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- EROA, effective regurgitant orifice area
- FC, flow convergence
- LVOT, left ventricular outflow tract
- MR, mitral regurgitation
- TOE, transoesophageal echocardiography
- TTE, transthoracic echocardiography
- VC, vena contracta
- VTI, velocity time integral
Mitral regurgitation (MR) is the most commonly encountered valve lesion in modern clinical practice.1 The range of pathologies producing regurgitant mitral valve dysfunction is broad (table 1) and the condition may be met in virtually any medical speciality. As echocardiography is the most widely available cardiac imaging modality, it is the technique which is routinely used to assess patients with suspected or known MR. While echo-Doppler is an excellent technique for detecting the presence of MR and defining the underlying pathological cause, assessing and/or quantifying the severity of the leak by echocardiography can at times be difficult. This reflects the fact that regurgitant flow through the mitral valve is a complex and dynamically changing process which may be impossible to characterise fully using a two dimensional imaging modality. Nevertheless, if MR is discovered on an echocardiographic examination it is extremely important to make an assessment of severity as this will be required to guide the patient’s subsequent management.
What therefore is the optimal way to assess the severity of MR? Do potentially cumbersome quantitative echo-Doppler methods for calculation of regurgitant orifice area, regurgitant volume or regurgitant fraction add anything to a subjective assessment of severity (mild, moderate, severe) carried out by an experienced sonographer? Should already busy and overburdened echocardiography staff be stretching themselves further to perform complex quantitative techniques on MR patients? The answer is probably that detailed quantification is not necessary in the majority of patients. Non-cardiologists need to know whether the regurgitation is significant enough to warrant further cardiological assessment; this does not require detailed quantitative information. Cardiologists use echo-Doppler grading of regurgitation severity in conjunction with patient symptoms and signs and occasionally invasive haemodynamic information to make decisions on the need for and timing of mitral valve surgery. In the majority of cases, quantitative echo-Doppler data are not required for this purpose and in fact current American College of Cardiology/American Heart Association guidelines for the management of MR2 do not make reference to any formal quantitative information. From time to time, however, situations will be encountered where there is discrepancy between the echocardiographic grading of regurgitation and the findings on clinical examination or other imaging modalities. In these circumstances more detailed quantitative echo-Doppler data may be required and it is important that the echocardiographer is conversant with the techniques involved. In addition, valve repair is increasingly performed on asymptomatic MR patients, and it may be that quantitative data such as regurgitant orifice area will become useful in the serial follow up of this group and in the decision of timing of surgery.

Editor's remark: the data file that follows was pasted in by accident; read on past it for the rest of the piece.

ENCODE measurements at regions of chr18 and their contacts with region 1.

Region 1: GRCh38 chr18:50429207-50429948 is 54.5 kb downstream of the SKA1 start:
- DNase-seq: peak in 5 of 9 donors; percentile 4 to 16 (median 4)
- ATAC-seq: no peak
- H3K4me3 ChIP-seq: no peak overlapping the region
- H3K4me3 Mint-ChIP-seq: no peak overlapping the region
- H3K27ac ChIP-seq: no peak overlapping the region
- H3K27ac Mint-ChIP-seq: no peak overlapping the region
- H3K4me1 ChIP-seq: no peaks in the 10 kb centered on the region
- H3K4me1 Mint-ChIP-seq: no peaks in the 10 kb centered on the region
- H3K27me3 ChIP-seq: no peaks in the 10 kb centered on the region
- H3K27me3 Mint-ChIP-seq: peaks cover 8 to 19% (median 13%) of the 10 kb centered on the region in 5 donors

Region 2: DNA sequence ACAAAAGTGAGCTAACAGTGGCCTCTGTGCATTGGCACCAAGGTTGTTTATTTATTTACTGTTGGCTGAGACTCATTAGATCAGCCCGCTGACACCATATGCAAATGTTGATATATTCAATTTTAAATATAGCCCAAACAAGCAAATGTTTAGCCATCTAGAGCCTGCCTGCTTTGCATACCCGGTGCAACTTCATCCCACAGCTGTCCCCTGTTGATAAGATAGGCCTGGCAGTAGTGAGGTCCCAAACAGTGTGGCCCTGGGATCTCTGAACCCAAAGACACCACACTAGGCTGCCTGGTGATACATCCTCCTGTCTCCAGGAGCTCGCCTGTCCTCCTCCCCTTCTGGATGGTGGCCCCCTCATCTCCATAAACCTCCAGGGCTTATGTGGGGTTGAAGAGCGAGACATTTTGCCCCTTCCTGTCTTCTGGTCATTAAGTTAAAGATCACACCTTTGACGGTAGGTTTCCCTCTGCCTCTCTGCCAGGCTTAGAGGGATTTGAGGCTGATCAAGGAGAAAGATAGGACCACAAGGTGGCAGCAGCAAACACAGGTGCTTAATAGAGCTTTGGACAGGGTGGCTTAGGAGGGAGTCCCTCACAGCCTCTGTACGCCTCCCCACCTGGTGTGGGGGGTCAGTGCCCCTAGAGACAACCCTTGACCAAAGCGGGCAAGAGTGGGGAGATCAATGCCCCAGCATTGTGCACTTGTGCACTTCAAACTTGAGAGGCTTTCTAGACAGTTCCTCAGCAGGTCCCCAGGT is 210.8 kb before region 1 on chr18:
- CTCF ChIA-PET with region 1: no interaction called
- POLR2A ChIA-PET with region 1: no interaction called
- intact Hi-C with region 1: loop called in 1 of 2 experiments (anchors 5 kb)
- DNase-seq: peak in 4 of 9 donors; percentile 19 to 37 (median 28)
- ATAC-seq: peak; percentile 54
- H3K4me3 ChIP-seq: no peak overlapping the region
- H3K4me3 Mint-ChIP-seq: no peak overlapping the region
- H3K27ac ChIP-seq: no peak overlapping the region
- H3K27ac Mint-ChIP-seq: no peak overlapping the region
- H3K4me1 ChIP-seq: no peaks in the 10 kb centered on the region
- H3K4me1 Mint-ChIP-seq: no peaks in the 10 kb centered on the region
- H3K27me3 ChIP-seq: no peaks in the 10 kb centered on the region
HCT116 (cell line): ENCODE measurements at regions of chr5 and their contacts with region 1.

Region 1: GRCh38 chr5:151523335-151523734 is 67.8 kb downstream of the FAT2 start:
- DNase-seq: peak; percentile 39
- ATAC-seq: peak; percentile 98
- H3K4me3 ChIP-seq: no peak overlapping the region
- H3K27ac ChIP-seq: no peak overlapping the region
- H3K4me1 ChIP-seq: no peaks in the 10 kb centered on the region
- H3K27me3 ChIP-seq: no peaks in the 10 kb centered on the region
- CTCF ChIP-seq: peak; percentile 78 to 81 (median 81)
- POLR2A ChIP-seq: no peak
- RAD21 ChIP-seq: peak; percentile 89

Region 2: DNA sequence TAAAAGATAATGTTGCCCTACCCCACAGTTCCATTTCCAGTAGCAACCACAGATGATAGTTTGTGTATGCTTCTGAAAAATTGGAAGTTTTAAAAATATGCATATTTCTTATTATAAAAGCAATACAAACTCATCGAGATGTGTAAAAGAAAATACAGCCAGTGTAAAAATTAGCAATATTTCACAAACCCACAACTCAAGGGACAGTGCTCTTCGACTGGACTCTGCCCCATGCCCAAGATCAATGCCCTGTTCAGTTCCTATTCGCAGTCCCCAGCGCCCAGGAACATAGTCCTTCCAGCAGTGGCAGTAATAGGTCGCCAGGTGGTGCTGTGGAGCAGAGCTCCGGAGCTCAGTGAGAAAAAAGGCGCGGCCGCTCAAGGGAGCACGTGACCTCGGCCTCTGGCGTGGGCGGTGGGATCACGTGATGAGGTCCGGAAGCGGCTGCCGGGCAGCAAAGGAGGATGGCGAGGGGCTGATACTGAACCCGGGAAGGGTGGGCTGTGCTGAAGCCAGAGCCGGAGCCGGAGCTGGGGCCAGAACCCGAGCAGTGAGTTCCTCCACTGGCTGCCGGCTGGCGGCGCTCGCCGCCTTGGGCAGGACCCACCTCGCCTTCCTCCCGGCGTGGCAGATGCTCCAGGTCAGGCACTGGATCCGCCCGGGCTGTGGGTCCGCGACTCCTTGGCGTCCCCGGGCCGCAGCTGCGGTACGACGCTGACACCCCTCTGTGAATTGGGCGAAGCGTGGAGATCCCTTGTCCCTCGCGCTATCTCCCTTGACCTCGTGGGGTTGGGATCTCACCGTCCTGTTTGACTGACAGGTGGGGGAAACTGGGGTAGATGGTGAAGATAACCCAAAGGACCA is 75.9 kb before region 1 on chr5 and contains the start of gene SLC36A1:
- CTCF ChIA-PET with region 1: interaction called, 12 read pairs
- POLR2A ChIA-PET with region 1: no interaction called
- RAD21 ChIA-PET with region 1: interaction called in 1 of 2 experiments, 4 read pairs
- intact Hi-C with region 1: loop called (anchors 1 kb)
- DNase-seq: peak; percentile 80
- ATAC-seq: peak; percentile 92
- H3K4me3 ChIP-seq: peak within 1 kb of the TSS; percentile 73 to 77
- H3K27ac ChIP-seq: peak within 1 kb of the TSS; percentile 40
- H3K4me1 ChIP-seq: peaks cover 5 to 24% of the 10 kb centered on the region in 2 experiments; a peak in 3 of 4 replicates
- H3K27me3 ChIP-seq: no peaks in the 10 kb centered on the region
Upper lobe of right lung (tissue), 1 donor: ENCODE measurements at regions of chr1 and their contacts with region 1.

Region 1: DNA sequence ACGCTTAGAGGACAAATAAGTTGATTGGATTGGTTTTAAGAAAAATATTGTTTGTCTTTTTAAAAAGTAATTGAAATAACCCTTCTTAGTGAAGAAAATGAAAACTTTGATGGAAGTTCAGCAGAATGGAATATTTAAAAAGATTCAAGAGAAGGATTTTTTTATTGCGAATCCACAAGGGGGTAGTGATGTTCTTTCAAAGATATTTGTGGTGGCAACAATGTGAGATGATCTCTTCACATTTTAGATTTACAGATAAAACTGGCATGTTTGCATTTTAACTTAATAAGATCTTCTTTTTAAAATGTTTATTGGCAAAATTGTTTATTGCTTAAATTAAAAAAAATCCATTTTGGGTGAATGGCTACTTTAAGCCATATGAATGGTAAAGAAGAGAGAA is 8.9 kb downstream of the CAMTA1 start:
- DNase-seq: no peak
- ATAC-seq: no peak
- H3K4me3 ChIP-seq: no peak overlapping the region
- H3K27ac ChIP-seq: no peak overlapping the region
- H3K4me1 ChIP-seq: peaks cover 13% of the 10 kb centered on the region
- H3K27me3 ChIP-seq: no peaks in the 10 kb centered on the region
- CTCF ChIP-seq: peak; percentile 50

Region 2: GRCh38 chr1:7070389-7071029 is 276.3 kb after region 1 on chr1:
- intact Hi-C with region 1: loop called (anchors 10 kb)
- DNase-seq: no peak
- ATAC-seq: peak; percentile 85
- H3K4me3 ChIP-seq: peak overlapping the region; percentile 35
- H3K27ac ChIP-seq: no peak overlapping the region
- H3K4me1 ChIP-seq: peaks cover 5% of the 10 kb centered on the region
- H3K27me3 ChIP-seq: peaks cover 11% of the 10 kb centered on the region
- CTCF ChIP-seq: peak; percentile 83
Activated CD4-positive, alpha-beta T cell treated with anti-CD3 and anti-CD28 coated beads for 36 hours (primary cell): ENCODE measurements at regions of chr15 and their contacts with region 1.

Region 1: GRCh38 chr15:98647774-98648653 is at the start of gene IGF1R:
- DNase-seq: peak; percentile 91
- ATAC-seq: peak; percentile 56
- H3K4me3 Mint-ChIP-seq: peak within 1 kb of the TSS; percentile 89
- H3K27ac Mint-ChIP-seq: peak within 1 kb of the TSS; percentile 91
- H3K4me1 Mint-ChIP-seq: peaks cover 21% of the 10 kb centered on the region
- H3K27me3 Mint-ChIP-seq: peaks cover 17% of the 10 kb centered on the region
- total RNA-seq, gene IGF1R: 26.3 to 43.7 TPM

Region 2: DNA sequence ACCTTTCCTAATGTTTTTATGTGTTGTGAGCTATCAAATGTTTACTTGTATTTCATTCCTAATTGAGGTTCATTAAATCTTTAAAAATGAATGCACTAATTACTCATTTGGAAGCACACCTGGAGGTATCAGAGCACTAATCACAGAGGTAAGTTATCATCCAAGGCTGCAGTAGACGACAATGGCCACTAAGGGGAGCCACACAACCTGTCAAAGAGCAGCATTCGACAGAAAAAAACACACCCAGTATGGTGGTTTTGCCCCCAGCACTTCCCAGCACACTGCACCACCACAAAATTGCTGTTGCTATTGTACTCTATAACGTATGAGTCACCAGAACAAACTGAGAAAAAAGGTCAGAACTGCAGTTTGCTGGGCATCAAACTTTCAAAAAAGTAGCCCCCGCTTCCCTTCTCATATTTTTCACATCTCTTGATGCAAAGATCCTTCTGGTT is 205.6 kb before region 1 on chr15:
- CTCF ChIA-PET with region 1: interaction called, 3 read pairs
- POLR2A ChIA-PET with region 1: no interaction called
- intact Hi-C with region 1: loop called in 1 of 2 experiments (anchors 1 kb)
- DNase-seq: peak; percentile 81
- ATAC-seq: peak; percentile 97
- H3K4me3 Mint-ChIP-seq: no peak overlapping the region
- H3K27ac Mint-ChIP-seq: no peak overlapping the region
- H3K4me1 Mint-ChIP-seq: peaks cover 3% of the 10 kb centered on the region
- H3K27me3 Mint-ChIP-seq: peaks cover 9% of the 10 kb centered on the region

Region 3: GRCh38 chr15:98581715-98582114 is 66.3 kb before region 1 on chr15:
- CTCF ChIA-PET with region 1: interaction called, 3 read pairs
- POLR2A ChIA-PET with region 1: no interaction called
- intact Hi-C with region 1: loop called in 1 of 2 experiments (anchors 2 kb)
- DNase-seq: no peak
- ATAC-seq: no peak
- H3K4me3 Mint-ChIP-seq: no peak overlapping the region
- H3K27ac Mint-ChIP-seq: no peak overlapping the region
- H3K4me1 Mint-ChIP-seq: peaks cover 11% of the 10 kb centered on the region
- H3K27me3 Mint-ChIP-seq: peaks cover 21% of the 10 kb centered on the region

DIAGNOSIS OF MITRAL REGURGITATION
Echo-Doppler is an extremely sensitive tool for the detection of MR. Indeed, trivial or mild MR can be seen in 20–40% of subjects with structurally normal hearts3–5 and is of no clinical significance.
If significant MR is detected it is important not only to make an assessment of severity but also to make a judgement on the underlying cause. Careful inspection of the leaflet and subvalvar anatomy, along with the morphology and function of the left ventricle and papillary muscles, is required. From the list of conditions in table 1 it is evident that MR may be caused by either primary valvar pathology such as congenital heart disease, rheumatic heart disease or myxomatous degeneration, or secondary to miscellaneous pathologies such as mitral annular dilatation and/or left ventricular regional wall dysfunction (so-called “functional MR”). Defining the cause of the regurgitation is extremely important to guide further management of the patient. Primary valve pathologies will generally require valve repair or replacement when symptoms and/or haemodynamics dictate, whereas functional MR may respond to medical treatment of the underlying ventricular pathology, mitral annuloplasty or possibly revascularisation in the case of ischaemic left ventricular dysfunction.
Before discussing the pathologies affecting the mitral valve it is necessary to review the normal structure and function of the valve.
NORMAL MITRAL VALVE STRUCTURE AND FUNCTION